Sin and Cinders: Connection Across the Fire Pit
Courage is relative. And at the firewalk, a few days ago, standing next to blazing hot coals with chilly bare feet, I was only distantly related to it at best.
Elderly women walked across the coals with grace and impunity, tossing in my direction only the slightest hint of a sneer that I’m sure no one else could see. Little boys with thick glasses and beanie caps skipped across the hellfire like it was beach sand, picking their noses and sucking on Tootsie Pops.
OK, that last part was a lie. There are no little kids in The Village. I’m guessing that none of them survive their first all-nighter on the beach.
OK, that last part also was a lie. There aren’t any kids in The Village because everyone is too busy ingesting chemicals that mess up their reproductive systems to actually think about raising families. Besides, I think children would violate the tacit agreement that nothing should happen to dampen the party.
OK, that last part was about right. But none of this jabbering can mask the humiliation I felt standing at the edge of Dante’s Darkest Pit of Hell, frozen with fear and the certainty that I would die a horrible death if I so much as thought about trying to walk across those coals, even though everyone else in The Village seemed able to tramp across the coals like they were lemon meringue.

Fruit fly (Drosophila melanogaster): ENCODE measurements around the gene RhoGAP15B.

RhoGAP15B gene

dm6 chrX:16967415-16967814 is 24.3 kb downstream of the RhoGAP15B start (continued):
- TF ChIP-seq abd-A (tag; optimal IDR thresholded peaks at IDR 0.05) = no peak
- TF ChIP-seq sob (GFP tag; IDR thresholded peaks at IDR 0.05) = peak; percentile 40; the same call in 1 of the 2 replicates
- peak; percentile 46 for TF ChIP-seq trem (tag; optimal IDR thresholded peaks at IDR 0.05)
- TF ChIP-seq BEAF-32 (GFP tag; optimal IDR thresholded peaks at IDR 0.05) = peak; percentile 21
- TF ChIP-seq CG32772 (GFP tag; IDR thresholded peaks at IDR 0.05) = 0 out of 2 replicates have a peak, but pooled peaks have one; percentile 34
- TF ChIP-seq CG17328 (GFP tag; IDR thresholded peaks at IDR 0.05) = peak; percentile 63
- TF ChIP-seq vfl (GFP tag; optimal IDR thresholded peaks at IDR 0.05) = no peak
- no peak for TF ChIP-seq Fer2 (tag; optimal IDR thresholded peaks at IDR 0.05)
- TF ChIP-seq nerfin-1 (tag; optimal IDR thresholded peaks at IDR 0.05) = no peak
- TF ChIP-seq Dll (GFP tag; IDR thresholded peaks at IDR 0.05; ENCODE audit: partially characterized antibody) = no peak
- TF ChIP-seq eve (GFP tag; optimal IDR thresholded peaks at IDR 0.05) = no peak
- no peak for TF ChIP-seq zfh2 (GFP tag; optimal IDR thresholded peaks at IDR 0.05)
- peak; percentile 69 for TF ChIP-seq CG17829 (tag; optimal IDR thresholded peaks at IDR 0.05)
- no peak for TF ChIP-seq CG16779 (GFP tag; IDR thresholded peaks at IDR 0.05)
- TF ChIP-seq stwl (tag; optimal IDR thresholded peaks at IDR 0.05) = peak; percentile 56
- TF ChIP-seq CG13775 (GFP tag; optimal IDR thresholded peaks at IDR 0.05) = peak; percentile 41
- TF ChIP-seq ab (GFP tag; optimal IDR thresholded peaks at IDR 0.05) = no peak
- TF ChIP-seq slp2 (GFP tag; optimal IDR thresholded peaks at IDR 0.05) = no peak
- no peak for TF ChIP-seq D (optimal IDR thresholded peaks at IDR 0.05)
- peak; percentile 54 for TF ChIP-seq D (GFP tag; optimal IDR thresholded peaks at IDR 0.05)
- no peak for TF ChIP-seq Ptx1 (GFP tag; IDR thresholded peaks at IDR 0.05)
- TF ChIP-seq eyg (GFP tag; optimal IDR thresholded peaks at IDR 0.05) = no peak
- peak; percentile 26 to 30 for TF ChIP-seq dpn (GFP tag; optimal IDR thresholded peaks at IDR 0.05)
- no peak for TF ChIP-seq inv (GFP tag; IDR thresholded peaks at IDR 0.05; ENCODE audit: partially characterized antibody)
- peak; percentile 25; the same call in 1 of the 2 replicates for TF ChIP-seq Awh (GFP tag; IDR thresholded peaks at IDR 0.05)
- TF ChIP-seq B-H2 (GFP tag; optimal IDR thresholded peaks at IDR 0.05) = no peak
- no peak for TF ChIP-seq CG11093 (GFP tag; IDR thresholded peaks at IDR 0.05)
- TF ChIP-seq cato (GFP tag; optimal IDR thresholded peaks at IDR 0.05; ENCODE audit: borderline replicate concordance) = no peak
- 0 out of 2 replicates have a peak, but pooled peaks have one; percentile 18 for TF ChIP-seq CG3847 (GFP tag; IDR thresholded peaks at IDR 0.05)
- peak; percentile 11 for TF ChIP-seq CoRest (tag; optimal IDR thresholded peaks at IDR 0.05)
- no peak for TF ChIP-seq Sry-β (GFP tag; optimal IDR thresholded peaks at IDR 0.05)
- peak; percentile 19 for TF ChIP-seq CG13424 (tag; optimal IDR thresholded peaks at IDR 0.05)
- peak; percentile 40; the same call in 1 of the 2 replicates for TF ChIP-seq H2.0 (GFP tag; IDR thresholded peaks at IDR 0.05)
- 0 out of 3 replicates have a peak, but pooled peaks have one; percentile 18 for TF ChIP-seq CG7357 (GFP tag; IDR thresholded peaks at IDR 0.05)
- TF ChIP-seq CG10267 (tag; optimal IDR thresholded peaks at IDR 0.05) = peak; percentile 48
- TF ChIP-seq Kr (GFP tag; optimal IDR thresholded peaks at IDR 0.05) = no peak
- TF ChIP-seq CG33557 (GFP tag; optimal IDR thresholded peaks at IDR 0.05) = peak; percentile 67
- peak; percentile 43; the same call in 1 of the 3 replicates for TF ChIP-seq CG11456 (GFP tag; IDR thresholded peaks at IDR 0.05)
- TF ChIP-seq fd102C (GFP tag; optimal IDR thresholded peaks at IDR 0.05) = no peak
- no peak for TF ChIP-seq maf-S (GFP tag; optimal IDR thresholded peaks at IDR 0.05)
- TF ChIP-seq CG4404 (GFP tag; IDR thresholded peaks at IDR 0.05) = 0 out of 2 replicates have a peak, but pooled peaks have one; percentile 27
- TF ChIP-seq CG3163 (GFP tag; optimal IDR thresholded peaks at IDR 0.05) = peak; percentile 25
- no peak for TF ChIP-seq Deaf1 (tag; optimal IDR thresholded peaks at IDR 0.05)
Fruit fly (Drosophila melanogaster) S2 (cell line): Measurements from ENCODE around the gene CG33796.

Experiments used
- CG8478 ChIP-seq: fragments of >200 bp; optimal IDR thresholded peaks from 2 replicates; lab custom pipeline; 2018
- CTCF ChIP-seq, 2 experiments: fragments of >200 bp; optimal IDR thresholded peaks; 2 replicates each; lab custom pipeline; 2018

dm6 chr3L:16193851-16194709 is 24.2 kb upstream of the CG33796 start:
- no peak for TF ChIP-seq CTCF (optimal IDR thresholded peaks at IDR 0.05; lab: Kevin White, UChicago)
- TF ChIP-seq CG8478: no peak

And my Inner Voice — you know, the one that made it clear that only the hallucinogensia would dare to walk barefoot on the same coals that were curling the little hairs on my hands even though I was still six feet away — that Inner Voice began to shore up its position with arguments of logic.
“What if,” said the Inner Voice, in what I must say was a rather snotty tone, “what if two people walk at once, and they meet in the middle of the circle? There they are, standing stock still on blazing hot chunks of fire, each gesturing for the other to please continue whenever convenient. How long do you think they’d last before they vanished into intertwining wisps of smoke?”
The Voice had a point. I wasn’t sure about the etiquette regarding chance encounters in the midst of life-threatening rings of fire. There’s probably a manual about that somewhere, but the odds were good that Maple had used it as tinder to get the bonfire going.
The Voice had another point. “What if these other people are more deserving than you are?” it asked. “What if they are more pure of spirit, more believing, more in tune with the powers of the Earth than you are — you small-town, suburban product of middle-class America, you?”
I was about to offer at least a feeble argument in my own defense when suddenly, nothing else mattered. The fire, flickering blue among the magenta coals — didn’t matter. The chanting spectators, most of whom had already walked, some of them several times — didn’t matter. The turdy little comments of my Inner Voice, which was acting like some underpaid English professor springing a pop quiz on a miserable class — didn’t matter. Suddenly, nothing else mattered at all.
Because across the firepit, locked onto me like a python, were Eliza’s eyes.
I’m sure the rest of her was there, too. But the darkness of the night conspired with the intensity of her stare to offer me nothing but her eyes. As deep green as the North Atlantic. As fiery as the most passionate volcano. And staring right at me. Into me. Upon me.